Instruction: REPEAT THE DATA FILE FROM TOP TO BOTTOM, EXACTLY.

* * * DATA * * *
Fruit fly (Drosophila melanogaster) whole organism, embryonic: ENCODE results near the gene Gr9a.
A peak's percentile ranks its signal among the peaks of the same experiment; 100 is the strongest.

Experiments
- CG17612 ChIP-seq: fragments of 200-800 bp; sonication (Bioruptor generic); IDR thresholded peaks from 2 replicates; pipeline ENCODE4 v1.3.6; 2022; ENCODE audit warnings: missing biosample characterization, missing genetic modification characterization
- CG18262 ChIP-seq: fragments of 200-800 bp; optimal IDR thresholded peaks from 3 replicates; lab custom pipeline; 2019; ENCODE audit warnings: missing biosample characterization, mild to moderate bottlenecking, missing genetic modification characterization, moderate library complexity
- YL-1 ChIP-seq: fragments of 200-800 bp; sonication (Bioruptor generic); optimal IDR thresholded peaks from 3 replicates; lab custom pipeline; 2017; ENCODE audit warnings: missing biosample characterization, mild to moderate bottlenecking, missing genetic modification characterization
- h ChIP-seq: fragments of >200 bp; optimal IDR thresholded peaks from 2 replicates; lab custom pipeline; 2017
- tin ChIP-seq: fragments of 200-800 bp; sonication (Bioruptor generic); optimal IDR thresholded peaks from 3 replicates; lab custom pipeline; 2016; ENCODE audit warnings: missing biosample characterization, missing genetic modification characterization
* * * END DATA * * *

Fruit fly (Drosophila melanogaster) whole organism, embryonic: ENCODE results near the gene Gr9a.
A peak's percentile ranks its signal among the peaks of the same experiment; 100 is the strongest.

Experiments
- CG17612 ChIP-seq: fragments of 200-800 bp; sonication (Bioruptor generic); IDR thresholded peaks from 2 replicates; pipeline ENCODE4 v1.3.6; 2022; ENCODE audit warnings: missing biosample characterization, missing genetic modification characterization
- CG18262 ChIP-seq: fragments of 200-800 bp; optimal IDR thresholded peaks from 3 replicates; lab custom pipeline; 2019; ENCODE audit warnings: missing biosample characterization, mild to moderate bottlenecking, missing genetic modification characterization, moderate library complexity
- YL-1 ChIP-seq: fragments of 200-800 bp; sonication (Bioruptor generic); optimal IDR thresholded peaks from 3 replicates; lab custom pipeline; 2017; ENCODE audit warnings: missing biosample characterization, mild to moderate bottlenecking, missing genetic modification characterization
- h ChIP-seq: fragments of >200 bp; optimal IDR thresholded peaks from 2 replicates; lab custom pipeline; 2017
- tin ChIP-seq: fragments of 200-800 bp; sonication (Bioruptor generic); optimal IDR thresholded peaks from 3 replicates; lab custom pipeline; 2016; ENCODE audit warnings: missing biosample characterization, missing genetic modification characterization